I haven’t got anything useful to add to the debate about the attack on the democracy activist Lu Banglie, and I am not one to blow my own trumpet, but reading this article from Running Dog put me in mind of what I said a few months ago about attempts to ‘reform’ the CCP:
“Throughout the country party officials and to a certain extent ordinary Party members are allowed to run amok: charging peasants illegal taxes, running up restaurant bills for thousands of dollars, stuffing their pockets with public cash, paying thugs to beat villagers off their own land, building up huge unpayable debts with banks, everywhere doing favours for people they like and making life difficult or impossible for those who they don’t. And doing all this with relative impunity – who is going to stand in their way? Other Party members?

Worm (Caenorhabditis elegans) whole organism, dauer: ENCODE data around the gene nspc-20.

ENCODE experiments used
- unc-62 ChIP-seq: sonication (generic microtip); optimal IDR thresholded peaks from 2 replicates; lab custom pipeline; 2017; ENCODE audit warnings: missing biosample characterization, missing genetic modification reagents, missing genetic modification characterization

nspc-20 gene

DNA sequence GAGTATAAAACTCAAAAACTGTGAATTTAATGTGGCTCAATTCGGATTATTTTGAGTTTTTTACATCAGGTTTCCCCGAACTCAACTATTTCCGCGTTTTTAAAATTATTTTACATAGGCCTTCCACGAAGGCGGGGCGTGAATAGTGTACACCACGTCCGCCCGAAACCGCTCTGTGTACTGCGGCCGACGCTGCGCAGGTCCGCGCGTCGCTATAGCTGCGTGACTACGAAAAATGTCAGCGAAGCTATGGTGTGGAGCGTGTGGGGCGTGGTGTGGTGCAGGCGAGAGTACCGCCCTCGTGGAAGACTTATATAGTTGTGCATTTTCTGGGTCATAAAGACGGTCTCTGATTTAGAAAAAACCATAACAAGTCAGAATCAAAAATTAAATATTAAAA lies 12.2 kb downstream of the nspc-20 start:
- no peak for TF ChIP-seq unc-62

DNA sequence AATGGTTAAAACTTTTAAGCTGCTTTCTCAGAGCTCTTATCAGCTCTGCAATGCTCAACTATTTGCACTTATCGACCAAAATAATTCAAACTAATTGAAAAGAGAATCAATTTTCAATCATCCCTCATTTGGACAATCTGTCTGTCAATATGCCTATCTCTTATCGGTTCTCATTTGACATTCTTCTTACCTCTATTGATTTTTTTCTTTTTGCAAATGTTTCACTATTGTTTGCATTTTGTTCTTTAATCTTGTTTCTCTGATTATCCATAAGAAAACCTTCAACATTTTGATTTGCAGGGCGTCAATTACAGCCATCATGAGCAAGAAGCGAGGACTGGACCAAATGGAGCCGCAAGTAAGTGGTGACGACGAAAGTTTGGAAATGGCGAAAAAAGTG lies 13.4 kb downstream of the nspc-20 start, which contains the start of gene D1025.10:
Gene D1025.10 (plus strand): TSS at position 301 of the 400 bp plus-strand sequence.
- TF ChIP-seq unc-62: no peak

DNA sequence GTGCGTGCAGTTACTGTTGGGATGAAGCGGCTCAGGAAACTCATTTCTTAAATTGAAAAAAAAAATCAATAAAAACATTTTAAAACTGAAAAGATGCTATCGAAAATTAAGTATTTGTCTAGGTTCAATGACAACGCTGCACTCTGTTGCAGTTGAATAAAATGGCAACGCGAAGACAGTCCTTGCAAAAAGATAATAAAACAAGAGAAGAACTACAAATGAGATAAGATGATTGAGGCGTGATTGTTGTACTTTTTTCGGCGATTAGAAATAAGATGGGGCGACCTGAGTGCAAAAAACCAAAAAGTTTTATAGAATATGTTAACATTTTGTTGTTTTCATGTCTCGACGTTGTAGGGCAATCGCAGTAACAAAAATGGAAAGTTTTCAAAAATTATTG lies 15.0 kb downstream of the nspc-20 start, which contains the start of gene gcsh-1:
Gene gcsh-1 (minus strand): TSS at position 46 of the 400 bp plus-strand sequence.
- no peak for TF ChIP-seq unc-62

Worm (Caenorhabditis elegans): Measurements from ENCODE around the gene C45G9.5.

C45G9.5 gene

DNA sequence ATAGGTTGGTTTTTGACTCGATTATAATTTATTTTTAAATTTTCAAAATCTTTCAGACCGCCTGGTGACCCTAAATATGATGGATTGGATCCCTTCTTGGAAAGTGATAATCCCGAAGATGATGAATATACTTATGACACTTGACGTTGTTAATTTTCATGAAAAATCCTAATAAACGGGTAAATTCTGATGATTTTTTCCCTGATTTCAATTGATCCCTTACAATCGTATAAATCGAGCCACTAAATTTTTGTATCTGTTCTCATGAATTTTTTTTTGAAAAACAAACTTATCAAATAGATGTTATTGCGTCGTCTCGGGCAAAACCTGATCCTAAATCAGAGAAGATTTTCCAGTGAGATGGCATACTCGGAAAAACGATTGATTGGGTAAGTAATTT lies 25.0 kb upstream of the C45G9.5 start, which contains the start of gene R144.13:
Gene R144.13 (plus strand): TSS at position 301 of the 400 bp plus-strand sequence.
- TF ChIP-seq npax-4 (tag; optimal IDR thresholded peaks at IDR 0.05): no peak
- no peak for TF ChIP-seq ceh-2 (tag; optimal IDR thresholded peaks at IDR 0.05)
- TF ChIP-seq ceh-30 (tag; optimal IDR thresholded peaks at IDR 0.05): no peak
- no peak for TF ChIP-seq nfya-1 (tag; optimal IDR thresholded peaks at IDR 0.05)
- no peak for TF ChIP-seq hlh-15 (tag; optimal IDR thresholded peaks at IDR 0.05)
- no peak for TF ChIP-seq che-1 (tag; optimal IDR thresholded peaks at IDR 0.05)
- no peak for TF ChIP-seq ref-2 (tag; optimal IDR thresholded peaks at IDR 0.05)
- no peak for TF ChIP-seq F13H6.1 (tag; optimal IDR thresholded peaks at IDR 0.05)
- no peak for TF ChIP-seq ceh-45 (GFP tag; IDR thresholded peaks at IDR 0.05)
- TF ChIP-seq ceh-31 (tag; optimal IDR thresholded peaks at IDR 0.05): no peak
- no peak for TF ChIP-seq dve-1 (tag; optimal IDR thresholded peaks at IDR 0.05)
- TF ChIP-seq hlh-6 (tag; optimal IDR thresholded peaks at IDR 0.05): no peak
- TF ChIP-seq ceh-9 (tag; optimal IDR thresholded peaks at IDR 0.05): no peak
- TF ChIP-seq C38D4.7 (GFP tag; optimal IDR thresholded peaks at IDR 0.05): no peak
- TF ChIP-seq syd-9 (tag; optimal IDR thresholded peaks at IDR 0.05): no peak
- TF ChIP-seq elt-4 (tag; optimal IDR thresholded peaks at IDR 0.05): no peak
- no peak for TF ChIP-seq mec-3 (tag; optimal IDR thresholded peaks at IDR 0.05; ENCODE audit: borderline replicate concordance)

It is only a tiny amount of cases of corruption that we ever get to hear about. As far as I can see, corruption and abuse is the rule and not the exception. My second analogy, then, is the Mafia.
In the Godfather Part 2 Michael Corleone is young, idealistic and determined not to follow the example of his father. He is going to clean up his family businesses and make them respectable. So what happens? I don’t want to spoil it for anyone, but it is the Mafia we are talking about here after all. How can you reform an organisation that is based on criminal corruption, on the systematic hoarding and abuse of power? Maybe we can conclude that what Michael wants doesn’t really change, but as a leading member of the organisation he has a crucial job to do: Protect the Family.”
“At the same time, I hope this question of a foreign correspondent’s responsibility will not become a convenient way of distracting people from the core issue: one of human rights and the suppression of a democracy movement in Taishi.
Will Chinese netizens be successfully manipulated into foreigner-bashing as an acceptable alternative to communist party-bashing?”